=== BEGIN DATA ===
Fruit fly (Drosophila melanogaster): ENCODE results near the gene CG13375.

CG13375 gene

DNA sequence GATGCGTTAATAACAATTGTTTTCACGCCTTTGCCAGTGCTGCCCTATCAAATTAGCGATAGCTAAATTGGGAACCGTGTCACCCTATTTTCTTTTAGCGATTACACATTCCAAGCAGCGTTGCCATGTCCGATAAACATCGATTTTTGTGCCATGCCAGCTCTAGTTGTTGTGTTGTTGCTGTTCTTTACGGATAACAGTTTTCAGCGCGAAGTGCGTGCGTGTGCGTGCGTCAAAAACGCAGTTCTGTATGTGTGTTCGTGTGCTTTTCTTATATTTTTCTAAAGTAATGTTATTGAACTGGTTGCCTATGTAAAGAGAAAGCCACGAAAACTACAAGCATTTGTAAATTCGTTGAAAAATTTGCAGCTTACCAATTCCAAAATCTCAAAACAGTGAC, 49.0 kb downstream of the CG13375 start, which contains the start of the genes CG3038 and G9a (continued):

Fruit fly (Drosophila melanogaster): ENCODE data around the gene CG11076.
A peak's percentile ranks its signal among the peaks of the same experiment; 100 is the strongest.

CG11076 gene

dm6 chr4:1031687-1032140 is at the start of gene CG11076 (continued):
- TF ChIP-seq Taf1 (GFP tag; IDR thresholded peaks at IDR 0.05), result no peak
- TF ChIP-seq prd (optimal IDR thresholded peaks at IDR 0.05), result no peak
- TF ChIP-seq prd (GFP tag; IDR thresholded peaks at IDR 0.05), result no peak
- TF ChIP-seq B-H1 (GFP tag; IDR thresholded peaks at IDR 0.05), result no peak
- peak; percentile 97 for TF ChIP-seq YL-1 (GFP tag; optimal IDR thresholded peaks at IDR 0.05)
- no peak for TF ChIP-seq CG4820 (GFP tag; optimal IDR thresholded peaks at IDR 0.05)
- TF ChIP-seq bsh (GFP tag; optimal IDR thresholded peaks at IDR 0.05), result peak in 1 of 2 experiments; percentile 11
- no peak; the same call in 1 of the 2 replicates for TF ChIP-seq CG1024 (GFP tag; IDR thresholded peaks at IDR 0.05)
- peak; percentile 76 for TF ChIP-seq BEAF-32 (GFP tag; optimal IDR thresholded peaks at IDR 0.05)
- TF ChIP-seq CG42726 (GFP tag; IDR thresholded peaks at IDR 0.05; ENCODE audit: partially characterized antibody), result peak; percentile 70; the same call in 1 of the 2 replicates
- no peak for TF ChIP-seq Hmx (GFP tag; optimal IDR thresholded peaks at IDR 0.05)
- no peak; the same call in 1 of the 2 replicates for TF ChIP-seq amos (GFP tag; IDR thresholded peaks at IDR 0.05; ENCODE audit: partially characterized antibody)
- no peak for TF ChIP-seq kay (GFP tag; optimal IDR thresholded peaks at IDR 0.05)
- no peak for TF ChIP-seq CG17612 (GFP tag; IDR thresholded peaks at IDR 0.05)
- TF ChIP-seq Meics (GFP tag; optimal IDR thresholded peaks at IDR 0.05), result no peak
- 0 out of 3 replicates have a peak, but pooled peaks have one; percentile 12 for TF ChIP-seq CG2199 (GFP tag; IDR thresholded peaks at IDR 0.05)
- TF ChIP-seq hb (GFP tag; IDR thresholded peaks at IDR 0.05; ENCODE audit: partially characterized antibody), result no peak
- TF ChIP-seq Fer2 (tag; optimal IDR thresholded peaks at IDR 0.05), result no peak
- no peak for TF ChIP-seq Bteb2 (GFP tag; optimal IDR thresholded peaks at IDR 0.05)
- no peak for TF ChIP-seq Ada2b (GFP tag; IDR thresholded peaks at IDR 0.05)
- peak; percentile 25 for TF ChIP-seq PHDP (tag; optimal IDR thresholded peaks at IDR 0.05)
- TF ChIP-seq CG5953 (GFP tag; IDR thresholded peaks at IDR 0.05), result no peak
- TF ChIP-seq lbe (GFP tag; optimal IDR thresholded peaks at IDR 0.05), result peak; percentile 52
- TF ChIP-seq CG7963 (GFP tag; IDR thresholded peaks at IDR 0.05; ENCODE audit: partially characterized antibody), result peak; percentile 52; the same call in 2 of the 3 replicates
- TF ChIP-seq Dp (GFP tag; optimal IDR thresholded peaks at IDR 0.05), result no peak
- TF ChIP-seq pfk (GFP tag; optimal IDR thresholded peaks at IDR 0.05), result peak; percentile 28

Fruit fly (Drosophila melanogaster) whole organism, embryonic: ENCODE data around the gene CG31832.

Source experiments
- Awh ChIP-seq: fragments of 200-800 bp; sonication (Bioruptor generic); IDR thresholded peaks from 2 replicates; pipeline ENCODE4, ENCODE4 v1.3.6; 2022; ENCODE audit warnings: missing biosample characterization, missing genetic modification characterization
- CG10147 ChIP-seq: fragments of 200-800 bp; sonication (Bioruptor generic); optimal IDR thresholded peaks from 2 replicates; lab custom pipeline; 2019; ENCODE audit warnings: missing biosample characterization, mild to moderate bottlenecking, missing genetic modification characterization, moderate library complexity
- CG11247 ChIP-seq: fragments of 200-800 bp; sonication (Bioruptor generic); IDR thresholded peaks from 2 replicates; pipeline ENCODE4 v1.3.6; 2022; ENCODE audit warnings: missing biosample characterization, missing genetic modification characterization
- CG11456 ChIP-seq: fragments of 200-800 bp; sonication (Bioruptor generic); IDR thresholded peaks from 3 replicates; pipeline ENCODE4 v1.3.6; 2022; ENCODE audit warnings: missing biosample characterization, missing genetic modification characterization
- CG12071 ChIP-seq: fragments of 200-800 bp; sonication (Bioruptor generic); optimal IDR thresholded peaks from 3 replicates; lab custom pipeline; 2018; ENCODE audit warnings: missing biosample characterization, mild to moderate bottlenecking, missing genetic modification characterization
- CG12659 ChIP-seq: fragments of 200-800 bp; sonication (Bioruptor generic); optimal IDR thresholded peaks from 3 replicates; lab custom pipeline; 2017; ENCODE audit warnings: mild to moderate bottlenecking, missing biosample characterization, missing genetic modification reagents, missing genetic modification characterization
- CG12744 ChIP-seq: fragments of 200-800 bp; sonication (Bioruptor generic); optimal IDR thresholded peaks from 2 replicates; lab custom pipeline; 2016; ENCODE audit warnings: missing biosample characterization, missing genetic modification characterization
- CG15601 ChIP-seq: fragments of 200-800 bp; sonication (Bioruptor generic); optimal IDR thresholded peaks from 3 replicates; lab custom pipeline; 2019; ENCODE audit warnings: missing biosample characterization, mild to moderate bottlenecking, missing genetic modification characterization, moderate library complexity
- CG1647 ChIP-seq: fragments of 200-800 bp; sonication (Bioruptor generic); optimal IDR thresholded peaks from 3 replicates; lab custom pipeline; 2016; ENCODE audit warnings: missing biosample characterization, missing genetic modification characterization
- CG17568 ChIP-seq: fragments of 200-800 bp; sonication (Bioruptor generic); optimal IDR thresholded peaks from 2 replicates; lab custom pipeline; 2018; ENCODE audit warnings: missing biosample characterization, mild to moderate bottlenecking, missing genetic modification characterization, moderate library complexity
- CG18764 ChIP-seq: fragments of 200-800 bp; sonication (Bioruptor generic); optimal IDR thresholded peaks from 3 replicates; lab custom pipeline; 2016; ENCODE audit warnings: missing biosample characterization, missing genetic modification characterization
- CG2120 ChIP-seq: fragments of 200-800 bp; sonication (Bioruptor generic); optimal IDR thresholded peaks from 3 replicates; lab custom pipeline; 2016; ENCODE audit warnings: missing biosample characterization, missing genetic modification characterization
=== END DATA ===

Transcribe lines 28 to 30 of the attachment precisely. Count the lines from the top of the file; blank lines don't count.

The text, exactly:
- peak; percentile 25 for TF ChIP-seq PHDP (tag; optimal IDR thresholded peaks at IDR 0.05)
- TF ChIP-seq CG5953 (GFP tag; IDR thresholded peaks at IDR 0.05), result no peak
- TF ChIP-seq lbe (GFP tag; optimal IDR thresholded peaks at IDR 0.05), result peak; percentile 52